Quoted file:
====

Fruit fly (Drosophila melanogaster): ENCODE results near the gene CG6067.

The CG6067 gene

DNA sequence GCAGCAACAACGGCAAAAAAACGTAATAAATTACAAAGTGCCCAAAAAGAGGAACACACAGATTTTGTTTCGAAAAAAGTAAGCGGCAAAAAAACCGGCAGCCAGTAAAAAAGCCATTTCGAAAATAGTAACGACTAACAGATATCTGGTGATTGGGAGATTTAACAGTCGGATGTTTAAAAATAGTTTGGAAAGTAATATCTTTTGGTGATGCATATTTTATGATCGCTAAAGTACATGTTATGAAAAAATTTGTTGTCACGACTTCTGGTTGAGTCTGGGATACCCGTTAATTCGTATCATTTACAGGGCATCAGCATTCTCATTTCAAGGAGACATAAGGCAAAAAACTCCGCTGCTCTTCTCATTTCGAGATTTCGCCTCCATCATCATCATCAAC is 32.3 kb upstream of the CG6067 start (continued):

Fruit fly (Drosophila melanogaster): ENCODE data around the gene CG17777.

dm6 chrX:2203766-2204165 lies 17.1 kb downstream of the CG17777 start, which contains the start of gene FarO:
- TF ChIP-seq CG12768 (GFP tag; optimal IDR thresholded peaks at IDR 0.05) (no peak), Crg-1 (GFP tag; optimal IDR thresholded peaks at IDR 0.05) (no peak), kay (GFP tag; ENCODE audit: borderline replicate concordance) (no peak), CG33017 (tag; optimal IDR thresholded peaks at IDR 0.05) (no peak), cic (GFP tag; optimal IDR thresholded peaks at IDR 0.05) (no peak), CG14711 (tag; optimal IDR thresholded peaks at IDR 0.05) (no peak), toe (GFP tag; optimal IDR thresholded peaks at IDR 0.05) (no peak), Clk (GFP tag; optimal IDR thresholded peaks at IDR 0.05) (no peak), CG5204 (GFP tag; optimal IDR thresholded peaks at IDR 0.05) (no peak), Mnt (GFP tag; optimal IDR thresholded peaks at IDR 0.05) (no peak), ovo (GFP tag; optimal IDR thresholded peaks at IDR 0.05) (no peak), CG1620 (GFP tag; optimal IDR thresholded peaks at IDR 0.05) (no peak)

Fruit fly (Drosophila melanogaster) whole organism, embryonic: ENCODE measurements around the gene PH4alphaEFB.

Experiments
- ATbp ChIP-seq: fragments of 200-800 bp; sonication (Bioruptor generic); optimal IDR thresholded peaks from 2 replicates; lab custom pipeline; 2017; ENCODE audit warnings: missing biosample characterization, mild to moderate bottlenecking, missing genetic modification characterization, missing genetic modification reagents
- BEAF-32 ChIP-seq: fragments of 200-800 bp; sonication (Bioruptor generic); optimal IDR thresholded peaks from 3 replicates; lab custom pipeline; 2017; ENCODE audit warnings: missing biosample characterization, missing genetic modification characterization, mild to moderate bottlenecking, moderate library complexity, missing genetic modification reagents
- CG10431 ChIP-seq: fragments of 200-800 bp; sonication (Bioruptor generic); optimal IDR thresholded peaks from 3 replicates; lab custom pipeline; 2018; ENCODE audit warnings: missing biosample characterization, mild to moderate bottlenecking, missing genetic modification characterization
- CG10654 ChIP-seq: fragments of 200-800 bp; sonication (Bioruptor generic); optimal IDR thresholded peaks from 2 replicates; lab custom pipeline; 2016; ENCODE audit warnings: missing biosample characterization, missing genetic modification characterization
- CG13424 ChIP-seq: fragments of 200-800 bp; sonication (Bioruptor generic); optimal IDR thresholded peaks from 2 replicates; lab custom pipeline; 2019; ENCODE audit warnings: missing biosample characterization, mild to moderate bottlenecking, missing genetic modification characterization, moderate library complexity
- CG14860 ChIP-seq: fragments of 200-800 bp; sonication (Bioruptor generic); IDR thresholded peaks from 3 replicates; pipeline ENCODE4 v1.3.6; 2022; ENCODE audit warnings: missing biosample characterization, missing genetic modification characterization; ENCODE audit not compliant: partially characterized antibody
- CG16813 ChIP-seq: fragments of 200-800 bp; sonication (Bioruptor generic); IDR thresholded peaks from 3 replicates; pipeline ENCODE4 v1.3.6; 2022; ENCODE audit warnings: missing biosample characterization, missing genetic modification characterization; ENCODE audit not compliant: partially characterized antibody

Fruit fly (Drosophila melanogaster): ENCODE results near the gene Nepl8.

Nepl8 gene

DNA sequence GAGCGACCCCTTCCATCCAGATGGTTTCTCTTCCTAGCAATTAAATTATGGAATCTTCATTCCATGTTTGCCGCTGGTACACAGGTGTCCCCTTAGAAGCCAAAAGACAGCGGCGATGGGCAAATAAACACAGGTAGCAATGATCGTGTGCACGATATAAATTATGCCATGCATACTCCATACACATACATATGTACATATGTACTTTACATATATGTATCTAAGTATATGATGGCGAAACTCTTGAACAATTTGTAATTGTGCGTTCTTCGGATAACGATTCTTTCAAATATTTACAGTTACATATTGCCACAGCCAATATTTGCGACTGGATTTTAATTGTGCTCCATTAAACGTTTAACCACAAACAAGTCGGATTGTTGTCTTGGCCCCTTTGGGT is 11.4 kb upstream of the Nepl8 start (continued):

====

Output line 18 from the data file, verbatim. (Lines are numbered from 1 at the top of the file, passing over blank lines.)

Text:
DNA sequence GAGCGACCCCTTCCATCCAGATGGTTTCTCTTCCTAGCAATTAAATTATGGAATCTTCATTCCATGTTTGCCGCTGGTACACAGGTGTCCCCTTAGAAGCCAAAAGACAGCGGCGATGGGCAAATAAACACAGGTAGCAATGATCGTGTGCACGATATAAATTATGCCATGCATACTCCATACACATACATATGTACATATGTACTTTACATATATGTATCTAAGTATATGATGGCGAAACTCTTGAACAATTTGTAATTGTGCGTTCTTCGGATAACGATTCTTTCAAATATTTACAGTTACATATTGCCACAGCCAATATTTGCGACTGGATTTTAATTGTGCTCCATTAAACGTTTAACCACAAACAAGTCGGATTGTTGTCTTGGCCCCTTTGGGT is 11.4 kb upstream of the Nepl8 start (continued):